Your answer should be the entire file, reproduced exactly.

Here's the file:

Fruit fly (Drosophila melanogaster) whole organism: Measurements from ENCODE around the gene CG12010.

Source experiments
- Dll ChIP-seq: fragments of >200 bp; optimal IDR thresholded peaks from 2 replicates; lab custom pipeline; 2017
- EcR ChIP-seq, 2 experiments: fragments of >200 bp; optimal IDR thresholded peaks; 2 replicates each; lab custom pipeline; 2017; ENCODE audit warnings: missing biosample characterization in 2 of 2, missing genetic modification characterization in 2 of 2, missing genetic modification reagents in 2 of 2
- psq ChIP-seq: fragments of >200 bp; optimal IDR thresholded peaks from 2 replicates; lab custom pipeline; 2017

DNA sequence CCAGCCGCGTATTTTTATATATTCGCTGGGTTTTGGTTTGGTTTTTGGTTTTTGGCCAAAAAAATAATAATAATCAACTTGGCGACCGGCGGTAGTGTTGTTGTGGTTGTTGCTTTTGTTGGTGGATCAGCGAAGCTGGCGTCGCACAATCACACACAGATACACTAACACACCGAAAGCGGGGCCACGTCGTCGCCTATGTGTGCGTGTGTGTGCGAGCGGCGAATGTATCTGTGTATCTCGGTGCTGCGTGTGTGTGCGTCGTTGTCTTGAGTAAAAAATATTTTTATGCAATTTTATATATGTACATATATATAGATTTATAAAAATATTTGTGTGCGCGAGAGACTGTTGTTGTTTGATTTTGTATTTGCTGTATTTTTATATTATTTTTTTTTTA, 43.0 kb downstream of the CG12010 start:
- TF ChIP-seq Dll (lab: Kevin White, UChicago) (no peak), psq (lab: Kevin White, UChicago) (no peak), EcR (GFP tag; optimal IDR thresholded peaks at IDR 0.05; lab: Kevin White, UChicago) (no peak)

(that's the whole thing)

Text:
Fruit fly (Drosophila melanogaster) whole organism: Measurements from ENCODE around the gene CG12010.

Source experiments
- Dll ChIP-seq: fragments of >200 bp; optimal IDR thresholded peaks from 2 replicates; lab custom pipeline; 2017
- EcR ChIP-seq, 2 experiments: fragments of >200 bp; optimal IDR thresholded peaks; 2 replicates each; lab custom pipeline; 2017; ENCODE audit warnings: missing biosample characterization in 2 of 2, missing genetic modification characterization in 2 of 2, missing genetic modification reagents in 2 of 2
- psq ChIP-seq: fragments of >200 bp; optimal IDR thresholded peaks from 2 replicates; lab custom pipeline; 2017

DNA sequence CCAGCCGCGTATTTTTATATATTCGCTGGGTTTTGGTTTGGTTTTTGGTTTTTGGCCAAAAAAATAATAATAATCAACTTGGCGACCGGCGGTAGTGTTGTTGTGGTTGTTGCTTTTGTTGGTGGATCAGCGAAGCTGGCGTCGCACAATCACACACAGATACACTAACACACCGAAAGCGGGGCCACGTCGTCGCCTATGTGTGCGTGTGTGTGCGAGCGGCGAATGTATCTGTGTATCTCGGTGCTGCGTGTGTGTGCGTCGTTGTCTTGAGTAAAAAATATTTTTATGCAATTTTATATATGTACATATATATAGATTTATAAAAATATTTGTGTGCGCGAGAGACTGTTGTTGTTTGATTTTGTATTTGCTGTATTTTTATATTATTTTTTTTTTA, 43.0 kb downstream of the CG12010 start:
- TF ChIP-seq Dll (lab: Kevin White, UChicago) (no peak), psq (lab: Kevin White, UChicago) (no peak), EcR (GFP tag; optimal IDR thresholded peaks at IDR 0.05; lab: Kevin White, UChicago) (no peak)